In those moments, Ashley would often hit him and say, “Stop it, you’re making me self-conscious,” with the sparkle still in her eye. And when she did that, he knew she loved him, too.
Ashley often told him she loved his broad shoulders and his long eyelashes. She loved the way he always looked out for his family. She admired his talent—the way the world looked more beautiful through his camera than it did right in front of her. She admired that he could get in just as dangerous waters as the surfers did, but that he swam, or balanced on a Jet Ski, holding up a however-many-pound camera, capturing in perfect light and motion what Jay could do on the board.
Ashley thought that was the more impressive feat. After all, it wasn’t just Jay who had made the cover of Surfer’s Monthly three times in as many years. So had Hud. All of the most famous shots of Jay were by Hud. The wave breaking, the board cutting through the water, the sea spray, the horizon …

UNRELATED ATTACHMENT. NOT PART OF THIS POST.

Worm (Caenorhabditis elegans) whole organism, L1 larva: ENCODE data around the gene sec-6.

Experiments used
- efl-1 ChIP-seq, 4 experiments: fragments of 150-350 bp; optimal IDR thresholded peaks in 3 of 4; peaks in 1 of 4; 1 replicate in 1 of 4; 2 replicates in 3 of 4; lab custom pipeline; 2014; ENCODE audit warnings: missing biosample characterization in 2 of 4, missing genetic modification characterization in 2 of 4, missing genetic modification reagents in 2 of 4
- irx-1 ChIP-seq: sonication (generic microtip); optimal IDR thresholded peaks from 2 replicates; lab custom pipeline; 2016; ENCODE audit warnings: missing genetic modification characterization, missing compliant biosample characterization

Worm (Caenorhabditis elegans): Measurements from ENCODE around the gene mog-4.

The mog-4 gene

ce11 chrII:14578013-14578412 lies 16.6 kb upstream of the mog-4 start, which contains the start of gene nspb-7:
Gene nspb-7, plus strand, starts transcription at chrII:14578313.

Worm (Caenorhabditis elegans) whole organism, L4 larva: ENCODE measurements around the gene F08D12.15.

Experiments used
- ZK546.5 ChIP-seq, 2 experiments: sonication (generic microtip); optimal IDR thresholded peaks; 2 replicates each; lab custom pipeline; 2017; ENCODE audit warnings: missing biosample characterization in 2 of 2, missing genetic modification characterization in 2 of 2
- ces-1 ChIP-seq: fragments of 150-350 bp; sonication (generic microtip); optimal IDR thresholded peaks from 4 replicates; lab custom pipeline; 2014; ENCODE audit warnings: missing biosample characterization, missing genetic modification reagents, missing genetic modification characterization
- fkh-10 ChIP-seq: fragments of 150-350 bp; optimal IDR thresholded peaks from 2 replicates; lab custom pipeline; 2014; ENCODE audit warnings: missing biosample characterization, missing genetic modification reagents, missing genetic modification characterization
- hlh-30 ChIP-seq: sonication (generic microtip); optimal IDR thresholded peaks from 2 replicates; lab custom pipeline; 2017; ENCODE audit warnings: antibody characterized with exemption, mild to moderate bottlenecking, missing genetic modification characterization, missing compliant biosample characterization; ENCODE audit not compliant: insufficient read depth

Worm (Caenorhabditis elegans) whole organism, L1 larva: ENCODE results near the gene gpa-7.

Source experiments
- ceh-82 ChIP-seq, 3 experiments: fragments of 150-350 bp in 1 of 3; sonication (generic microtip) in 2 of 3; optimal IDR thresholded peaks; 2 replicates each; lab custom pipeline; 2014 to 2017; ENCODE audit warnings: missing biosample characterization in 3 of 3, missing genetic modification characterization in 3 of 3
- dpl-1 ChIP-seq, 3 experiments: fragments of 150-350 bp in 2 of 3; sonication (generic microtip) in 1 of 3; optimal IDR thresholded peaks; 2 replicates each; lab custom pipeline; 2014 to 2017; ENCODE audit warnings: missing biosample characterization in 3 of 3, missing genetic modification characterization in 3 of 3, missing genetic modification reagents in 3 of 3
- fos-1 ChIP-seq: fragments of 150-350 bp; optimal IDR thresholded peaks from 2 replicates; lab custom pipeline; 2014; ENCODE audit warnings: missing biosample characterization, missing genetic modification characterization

Jay might be able to ride the wave but Hud was the one making it look beautiful. The name Hudson Riva was in all three of those issues. Ashley believed that Jay needed Hud as much as Hud needed Jay.
Which is why, when Ashley looked at Hud Riva, she saw a quiet man who did not need attention or accolades. She saw a man whose work spoke for itself. She saw a man instead of a boy.
And in doing so, she made Hud feel like more of a man than he ever had before.
Ashley’s breath got shallower as Hud moved faster. He knew her body, knew what she needed. This wasn’t the first or second or tenth time he’d done this.
When it was over, Ashley pulled Hud up to lie next to her. The air was muggy—the two of them had shut all the windows and doors before they had even kissed, for fear of being seen or heard or even sensed. Ashley sat up and cracked open the window near the bed, letting the breeze in. The salt air cut the humidity.